Monday, March 31, 2014

The "No Make-up Selfie Craze is Making Me Crazy

I've been a bit confused by the "no-make up selfie" craze that has hit social media.  Actually it's making me a little crazy.  How does this supposed bravery compare to the bravery of anyone who is fighting for their life while enduring horrendous chemotherapy?

I take a chemo drug twice a day by mouth.  I don't have cancer, but because CIDP (Chronic Inflammatory Demylinating Neuropathy) is an autoimmune disease, the thought is if they can lower my immunity enough to stop my body from attacking itself, they can at least halt the progression of the disease.  When I was told about this treatment I was also told, "You need to understand, this drug can kill you."  I was given tons of information about the pros and cons of taking Cellcept, and after much prayer and research I simply asked my neurologist, "If you were in my shoes and knowing all you know about my case, would you take it?"  His answer was yes.

Taking chemo by mouth does not have the same side effects as taking it though an IV line.  I've not lost my hair, and my nausea is nothing compared to what others endure.  It does cause me to have stomach issues, and I take three other meds to help control those symptoms.  Chemo is a nasty, nasty drug in any form.  Because it is so dangerous, I have to have blood work done so often that I stay anemic.  Chemo makes you lethargic.  It's not as severe in pill form.  Add in the anemia and the weakness from CIDP, and some days it's all I can do to get out of bed.  I don't wear make-up very often at all because of the weakness in my hands and arms.  Putting on eyeliner or mascara is near to impossible.  I have to keep a hairstyle that allows me to wash and go.  It has to be a style that doesn't take much effort to blow dry because my arms are too weak to hold a blow dryer for very long.

But at least I have hair.  So I don't complain about a boring, short cut and not being able to curl or flat iron my hair daily.  I'm very grateful to have hair.

Before getting sick you would have never seen me without make-up.  I would have not walked to the mailbox without my hair and make-up done.  There was a time in my life I would paint my fingernails every night with a color that would match my outfit I had picked out for the next day.  Now you might see me wear make-up two or three times a year ... usually only during family pictures.  I overheard someone say one day, "She's just let herself go since she got sick."  The person who said that has no idea I heard them (I guess they will now if they read this), and it hurt.  It made me self-conscience.  Every flaw on my face can be seen because it isn't covered with make-up.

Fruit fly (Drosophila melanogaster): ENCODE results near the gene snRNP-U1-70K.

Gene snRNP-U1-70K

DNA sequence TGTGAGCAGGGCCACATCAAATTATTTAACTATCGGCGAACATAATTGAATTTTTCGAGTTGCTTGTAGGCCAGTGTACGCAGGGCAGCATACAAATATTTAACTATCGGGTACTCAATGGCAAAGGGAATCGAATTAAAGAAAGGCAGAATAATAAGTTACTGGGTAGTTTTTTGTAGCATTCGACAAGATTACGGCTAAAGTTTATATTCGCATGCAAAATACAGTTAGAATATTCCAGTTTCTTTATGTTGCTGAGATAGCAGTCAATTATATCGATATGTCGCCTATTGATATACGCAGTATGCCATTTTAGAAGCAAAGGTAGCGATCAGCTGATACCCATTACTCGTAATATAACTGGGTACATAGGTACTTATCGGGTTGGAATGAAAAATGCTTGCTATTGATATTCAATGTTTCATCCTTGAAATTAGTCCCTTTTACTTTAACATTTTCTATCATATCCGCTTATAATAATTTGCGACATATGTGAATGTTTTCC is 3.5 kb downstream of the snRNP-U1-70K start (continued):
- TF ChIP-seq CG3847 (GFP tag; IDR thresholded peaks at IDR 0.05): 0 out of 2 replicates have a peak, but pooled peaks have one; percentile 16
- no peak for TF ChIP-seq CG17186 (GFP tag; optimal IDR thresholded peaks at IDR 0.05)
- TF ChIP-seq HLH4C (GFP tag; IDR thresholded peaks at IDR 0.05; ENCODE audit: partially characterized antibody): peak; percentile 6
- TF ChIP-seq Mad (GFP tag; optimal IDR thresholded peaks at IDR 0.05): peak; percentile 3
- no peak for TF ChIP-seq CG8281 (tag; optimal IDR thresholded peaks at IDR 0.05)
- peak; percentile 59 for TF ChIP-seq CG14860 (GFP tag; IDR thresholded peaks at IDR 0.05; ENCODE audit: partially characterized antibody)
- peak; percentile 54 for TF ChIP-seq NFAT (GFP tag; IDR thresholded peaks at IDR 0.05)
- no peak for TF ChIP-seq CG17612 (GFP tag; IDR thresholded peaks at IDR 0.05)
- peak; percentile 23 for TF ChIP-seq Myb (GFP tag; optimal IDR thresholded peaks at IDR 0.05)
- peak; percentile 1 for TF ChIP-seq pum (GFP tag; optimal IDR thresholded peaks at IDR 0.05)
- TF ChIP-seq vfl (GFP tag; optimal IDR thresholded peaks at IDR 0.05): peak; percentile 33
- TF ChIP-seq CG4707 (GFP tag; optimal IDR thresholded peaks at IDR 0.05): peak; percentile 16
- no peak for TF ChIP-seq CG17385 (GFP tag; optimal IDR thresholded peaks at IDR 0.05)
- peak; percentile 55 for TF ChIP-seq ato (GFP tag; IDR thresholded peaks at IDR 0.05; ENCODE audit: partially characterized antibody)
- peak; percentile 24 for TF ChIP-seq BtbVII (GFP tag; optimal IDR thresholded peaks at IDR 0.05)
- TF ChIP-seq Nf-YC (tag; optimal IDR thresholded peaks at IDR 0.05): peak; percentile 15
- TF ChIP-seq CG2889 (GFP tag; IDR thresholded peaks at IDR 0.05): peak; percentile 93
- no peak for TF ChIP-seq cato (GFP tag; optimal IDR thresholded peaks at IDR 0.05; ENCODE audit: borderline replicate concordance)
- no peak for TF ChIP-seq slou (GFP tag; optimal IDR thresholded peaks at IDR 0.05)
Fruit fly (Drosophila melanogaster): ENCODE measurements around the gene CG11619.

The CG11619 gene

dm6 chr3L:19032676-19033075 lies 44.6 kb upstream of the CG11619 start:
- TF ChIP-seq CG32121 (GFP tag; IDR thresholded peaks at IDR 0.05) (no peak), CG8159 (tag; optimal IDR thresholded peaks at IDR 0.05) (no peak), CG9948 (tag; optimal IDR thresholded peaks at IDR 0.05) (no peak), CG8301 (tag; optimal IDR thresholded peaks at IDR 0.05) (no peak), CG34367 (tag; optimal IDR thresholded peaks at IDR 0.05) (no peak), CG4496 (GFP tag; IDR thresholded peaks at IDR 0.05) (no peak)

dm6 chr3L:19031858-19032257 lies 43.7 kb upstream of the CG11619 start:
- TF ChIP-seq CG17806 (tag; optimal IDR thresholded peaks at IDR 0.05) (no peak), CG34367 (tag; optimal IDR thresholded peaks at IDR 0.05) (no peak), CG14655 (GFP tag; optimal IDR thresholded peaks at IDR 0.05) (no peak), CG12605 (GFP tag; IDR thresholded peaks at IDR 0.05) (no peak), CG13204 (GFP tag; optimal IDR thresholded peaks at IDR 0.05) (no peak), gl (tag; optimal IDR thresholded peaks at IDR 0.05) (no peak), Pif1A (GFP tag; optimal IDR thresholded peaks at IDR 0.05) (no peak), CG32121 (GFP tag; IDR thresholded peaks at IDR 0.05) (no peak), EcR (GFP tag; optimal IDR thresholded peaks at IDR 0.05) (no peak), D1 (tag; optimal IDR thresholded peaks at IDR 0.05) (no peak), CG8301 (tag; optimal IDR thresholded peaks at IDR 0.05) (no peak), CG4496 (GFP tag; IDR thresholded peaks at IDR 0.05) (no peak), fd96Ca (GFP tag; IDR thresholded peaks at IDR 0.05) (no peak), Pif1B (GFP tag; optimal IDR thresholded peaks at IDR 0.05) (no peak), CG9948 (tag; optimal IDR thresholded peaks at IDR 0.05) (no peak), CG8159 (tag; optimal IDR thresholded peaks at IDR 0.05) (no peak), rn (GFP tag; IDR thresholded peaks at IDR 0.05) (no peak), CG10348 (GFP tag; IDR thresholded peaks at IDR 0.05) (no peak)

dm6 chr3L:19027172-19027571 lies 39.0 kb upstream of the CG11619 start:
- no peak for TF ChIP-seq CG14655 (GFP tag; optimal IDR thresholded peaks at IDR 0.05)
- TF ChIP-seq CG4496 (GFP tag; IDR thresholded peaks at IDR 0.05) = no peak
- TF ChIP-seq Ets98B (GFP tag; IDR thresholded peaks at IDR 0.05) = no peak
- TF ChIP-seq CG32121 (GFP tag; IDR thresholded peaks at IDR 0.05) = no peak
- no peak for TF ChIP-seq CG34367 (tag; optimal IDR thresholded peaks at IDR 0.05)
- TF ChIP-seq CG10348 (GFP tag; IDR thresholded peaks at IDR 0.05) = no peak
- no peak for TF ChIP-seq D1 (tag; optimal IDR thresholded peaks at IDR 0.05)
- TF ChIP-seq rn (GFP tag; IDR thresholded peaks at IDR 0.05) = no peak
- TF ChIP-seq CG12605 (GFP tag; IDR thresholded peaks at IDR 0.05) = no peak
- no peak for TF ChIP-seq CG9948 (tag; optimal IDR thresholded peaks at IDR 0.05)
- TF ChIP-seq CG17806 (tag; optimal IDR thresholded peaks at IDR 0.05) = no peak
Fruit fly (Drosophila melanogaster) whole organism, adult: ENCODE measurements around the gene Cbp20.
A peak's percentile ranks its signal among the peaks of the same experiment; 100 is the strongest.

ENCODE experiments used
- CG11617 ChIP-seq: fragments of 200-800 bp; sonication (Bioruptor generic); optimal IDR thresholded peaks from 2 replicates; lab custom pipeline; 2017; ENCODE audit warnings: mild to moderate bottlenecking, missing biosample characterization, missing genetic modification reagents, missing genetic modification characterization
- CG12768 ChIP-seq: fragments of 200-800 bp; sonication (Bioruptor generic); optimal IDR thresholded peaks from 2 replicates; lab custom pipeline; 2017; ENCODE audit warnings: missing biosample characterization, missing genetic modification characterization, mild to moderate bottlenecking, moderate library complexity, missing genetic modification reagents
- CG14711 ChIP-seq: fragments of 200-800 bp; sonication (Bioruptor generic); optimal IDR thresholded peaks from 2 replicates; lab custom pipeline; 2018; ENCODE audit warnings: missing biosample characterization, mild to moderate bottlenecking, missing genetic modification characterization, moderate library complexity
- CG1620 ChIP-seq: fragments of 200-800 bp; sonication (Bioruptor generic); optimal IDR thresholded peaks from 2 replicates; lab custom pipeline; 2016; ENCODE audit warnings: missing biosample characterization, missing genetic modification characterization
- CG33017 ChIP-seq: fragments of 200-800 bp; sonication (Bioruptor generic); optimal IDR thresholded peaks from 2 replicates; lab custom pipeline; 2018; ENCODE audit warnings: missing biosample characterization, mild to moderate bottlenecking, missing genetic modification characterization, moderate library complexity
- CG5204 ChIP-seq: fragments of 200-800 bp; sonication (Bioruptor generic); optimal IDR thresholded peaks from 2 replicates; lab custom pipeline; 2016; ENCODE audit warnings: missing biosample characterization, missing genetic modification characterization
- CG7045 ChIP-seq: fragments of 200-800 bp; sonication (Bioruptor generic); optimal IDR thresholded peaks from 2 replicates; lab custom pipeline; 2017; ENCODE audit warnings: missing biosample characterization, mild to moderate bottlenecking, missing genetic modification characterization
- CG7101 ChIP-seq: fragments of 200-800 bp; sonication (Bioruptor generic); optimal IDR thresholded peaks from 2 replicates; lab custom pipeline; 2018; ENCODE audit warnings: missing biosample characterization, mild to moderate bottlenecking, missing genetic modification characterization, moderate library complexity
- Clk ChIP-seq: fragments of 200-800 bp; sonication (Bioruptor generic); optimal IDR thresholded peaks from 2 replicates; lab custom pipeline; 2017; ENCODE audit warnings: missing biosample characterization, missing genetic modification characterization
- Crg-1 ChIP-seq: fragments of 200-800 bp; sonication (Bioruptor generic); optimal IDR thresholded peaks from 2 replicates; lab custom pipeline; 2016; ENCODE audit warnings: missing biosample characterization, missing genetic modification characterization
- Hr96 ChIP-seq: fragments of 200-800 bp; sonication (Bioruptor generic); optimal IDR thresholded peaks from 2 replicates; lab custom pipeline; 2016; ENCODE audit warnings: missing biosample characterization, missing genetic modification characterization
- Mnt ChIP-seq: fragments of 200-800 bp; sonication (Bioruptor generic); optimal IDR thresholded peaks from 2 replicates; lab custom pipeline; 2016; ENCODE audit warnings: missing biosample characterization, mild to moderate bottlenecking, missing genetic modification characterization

I've been somewhat offended by the "no-make selfie" craze.  If wearing no make-up is brave, what do people really think of me, and those like me, who really can't wear make-up?  And what about those who make it their choice for a variety of reasons simply not to wear make-up at all?

After doing some research, I learned this originally was started as a way to raise money for cancer research.  I've seen over a hundred post on different social media sites, and out of all of those who have posted their brave picture, not one person posted the link where you can donate money for research.  Somehow it got lost in the craze.

I read this (There is no bravery in no make-up selfies) post on a friend's Facebook page a couple of days ago, and this morning I read this (Why your bare faced selfies aren't really helping anyone) post on a different Facebook page.  I encourage you to read both.  I thought I was being oversensitive to be offended by this craze, but it turns out I'm not the only person who feels this way.

Before posting your brave no make-up selfie, stop and think about how it is effecting someone who is dealing with a life-threatening disease.  I have a friend whose daughter is fighting for her life.  She as pancreatic cancer.  She told me this weekend she hasn't wanted a picture taken of herself because she's so sick and lost so much weight.  She finally agreed to have one taken in the last few days.  She's not brave because of the picture she allowed to be snapped.  Her bravery comes in her wanting to fight for her life, and solely relying on her Heavenly Father to give her the ability to fight.


  1. I completely agree with you; I too have been driven nuts by the thoughts of "how is this possibly helping?" and "why is this such a big deal?" I never wear make-up, never paint my nails, and never do more than a quick blow-dry if that. It doesn't make me brave at all. I do it because make-up is expensive, my husband prefers me without it, and my children are time-consuming. =) And some would say I've "let myself go" since becoming a mother. But bravery runs far deeper than letting ourselves be seen in our real skin, blemishes and all. If that's what we consider bravery now, we are a shallow people.

  2. Hi, Robin. I have to admit that your blog post is the first I'm hearing about the "no makeup selfie". I have made a conscious effort not to be on social media as much in the last year or so. Not to say I never look at Facebook or Twitter...just not as much as I once did. This is probably why I have missed this trend. I"m not sorry to have missed it, but I am glad to be finding out about it via your blog. As a 2 year cancer survivor, though, this does not sit well with me either. There are so many (SO MANY) other, better ways that folks can show their support to cancer patients! Thank you for posting this and know that I will be praying for you as you continue to fight and live with CIDP.